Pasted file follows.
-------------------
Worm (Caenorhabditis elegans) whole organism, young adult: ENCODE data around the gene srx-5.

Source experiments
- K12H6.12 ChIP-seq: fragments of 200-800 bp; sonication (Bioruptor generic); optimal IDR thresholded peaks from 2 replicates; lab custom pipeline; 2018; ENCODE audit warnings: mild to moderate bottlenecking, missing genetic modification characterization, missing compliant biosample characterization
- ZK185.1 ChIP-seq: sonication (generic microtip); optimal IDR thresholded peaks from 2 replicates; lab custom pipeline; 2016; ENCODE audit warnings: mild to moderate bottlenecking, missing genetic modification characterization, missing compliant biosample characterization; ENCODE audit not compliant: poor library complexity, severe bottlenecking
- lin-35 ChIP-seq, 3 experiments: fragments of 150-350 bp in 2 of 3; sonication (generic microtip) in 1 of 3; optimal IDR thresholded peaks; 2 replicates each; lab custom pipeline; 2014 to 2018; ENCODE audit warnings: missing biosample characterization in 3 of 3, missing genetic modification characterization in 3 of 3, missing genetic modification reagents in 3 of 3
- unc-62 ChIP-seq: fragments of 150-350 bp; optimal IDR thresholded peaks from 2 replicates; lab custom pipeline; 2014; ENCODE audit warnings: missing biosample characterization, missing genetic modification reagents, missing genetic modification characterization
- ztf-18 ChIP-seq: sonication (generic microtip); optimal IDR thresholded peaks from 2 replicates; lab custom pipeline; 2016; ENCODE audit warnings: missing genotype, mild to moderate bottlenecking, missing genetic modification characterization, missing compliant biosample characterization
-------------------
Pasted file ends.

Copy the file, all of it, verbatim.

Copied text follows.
Worm (Caenorhabditis elegans) whole organism, young adult: ENCODE data around the gene srx-5.

Source experiments
- K12H6.12 ChIP-seq: fragments of 200-800 bp; sonication (Bioruptor generic); optimal IDR thresholded peaks from 2 replicates; lab custom pipeline; 2018; ENCODE audit warnings: mild to moderate bottlenecking, missing genetic modification characterization, missing compliant biosample characterization
- ZK185.1 ChIP-seq: sonication (generic microtip); optimal IDR thresholded peaks from 2 replicates; lab custom pipeline; 2016; ENCODE audit warnings: mild to moderate bottlenecking, missing genetic modification characterization, missing compliant biosample characterization; ENCODE audit not compliant: poor library complexity, severe bottlenecking
- lin-35 ChIP-seq, 3 experiments: fragments of 150-350 bp in 2 of 3; sonication (generic microtip) in 1 of 3; optimal IDR thresholded peaks; 2 replicates each; lab custom pipeline; 2014 to 2018; ENCODE audit warnings: missing biosample characterization in 3 of 3, missing genetic modification characterization in 3 of 3, missing genetic modification reagents in 3 of 3
- unc-62 ChIP-seq: fragments of 150-350 bp; optimal IDR thresholded peaks from 2 replicates; lab custom pipeline; 2014; ENCODE audit warnings: missing biosample characterization, missing genetic modification reagents, missing genetic modification characterization
- ztf-18 ChIP-seq: sonication (generic microtip); optimal IDR thresholded peaks from 2 replicates; lab custom pipeline; 2016; ENCODE audit warnings: missing genotype, mild to moderate bottlenecking, missing genetic modification characterization, missing compliant biosample characterization